The Missouri Compromise was important as it strengthened the Union for over 30 years, despite there being concerns regarding establishing new states as slave states. In the events that led up to the compromise, the North was concerned about establishing new states as slave states, whereas the South was concerned about letting Congress infringe on each state's rights to make its own slavery laws.Know More
Prior to the 1820 Missouri Compromise, Missouri wished to join the Union as a slave state, but Congress was concerned about the expansion of slavery across the U.S. When Missouri made the request to join as a slave state, there were 22 member states. As there was an equal divide between slave and free states, Congress grew concerned that adding another slave state would upset the balance. As a compromise, it agreed to admit Missouri, but also established Maine as a free state, and drew an imaginary border across Louisiana that would divide it into slave and free areas.
Although the Compromise temporarily established calm over the issue, both the North and the South had concerns. While the North believed this encouraged the expansion of slavery throughout the union, the South saw the decision as allowing Congress to disrupt state sovereignty. The Compromise was later revoked in 1854 with the Kansas-Nebraska Act.Learn more in US History
The result of the Missouri Compromise of 1820 was that Missouri was admitted into the union as a slave state, and Maine was admitted as a free state. In addition, a border was created across the Louisiana Territory, and slavery was banned in the northern party of the territory. The law remained in place until 1854 when it was repealed by the Kansas-Nebraska Act.Full Answer >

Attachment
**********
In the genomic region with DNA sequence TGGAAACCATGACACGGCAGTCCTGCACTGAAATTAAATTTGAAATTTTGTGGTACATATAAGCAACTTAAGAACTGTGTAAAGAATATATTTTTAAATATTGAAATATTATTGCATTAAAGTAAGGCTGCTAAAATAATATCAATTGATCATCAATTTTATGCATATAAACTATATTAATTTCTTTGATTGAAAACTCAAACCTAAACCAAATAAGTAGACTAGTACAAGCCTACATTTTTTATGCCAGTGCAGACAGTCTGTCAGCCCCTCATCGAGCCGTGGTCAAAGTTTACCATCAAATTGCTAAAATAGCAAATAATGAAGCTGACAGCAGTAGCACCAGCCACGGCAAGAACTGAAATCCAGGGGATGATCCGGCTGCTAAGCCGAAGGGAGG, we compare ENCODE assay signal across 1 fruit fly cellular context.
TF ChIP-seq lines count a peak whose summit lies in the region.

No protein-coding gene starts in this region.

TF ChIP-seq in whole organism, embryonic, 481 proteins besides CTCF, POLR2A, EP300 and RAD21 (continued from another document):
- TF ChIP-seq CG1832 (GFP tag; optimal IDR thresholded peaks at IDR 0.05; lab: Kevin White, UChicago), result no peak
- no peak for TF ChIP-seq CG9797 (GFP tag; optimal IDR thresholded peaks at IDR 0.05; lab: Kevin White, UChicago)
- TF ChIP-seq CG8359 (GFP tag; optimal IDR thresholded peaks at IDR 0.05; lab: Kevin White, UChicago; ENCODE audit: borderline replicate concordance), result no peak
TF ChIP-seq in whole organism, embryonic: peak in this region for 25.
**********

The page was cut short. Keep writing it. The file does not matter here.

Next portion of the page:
The impact of the Missouri Compromise was that it maintained the balance of slavery and anti-slavery states and postponed the eruption of the Civil War. It was also the first time Congress became involved in the regulation of slavery.Full Answer >
The purpose of the Missouri Compromise was to settle tensions between anti- and pro-slavery states. At the time, there were an equal amount of free and slavery states. Missouri was petitioning for statehood as a slave state, which would have upset that balance.Full Answer >
The Compromise of 1877 was a deal between the Democrats and Republican Rutherford B. Hayes to withdraw federal troops from the South. By pulling federal troops from the South, The Compromise of 1877 marked the end of the reconstruction era.Full Answer >